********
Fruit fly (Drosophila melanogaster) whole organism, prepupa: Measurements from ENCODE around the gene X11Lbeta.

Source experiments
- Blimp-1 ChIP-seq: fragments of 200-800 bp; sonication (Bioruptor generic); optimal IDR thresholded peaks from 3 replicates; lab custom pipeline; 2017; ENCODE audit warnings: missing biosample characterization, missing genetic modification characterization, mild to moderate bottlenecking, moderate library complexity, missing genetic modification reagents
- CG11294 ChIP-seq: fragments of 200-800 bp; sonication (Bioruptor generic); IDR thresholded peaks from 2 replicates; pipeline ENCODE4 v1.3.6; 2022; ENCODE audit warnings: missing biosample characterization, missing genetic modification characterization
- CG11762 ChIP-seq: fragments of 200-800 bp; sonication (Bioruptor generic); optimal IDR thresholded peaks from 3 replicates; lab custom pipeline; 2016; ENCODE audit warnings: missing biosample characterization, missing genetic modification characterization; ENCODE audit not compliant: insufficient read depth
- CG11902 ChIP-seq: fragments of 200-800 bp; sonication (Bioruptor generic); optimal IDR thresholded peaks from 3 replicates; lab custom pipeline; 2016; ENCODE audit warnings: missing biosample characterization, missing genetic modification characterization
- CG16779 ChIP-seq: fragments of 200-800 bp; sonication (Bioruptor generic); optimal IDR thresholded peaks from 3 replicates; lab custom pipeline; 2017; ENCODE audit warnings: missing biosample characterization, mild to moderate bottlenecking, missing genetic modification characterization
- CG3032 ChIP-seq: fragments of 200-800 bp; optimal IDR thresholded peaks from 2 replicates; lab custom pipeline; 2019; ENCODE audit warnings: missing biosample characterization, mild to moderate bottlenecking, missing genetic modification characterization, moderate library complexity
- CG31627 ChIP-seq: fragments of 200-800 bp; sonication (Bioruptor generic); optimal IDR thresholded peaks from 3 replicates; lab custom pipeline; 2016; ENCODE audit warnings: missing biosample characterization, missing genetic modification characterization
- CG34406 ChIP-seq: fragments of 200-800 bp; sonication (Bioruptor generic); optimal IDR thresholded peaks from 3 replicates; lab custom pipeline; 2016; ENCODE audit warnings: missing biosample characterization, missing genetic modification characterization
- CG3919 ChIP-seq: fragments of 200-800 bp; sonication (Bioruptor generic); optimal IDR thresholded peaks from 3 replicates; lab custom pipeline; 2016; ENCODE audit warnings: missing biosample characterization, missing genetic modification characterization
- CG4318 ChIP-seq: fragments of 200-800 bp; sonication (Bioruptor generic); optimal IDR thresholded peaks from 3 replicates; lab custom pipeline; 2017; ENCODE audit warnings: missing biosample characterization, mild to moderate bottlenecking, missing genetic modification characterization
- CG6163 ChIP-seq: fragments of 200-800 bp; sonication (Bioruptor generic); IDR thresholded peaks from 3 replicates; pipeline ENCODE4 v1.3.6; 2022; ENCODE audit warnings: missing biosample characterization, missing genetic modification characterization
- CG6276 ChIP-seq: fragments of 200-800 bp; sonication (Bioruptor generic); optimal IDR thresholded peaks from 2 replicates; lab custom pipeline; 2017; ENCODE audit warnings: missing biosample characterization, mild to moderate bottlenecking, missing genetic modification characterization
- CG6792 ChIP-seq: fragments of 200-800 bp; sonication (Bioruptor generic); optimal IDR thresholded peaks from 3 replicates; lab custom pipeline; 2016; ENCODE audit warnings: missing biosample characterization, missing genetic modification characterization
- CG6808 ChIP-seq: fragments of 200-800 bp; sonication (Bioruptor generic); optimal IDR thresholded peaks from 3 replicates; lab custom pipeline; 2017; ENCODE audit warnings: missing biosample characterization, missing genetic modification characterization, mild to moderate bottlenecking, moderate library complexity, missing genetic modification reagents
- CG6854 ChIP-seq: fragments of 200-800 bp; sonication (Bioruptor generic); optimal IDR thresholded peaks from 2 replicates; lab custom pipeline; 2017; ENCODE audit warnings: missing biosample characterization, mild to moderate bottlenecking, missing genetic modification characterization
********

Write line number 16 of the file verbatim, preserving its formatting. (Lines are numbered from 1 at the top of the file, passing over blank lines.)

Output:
- CG6808 ChIP-seq: fragments of 200-800 bp; sonication (Bioruptor generic); optimal IDR thresholded peaks from 3 replicates; lab custom pipeline; 2017; ENCODE audit warnings: missing biosample characterization, missing genetic modification characterization, mild to moderate bottlenecking, moderate library complexity, missing genetic modification reagents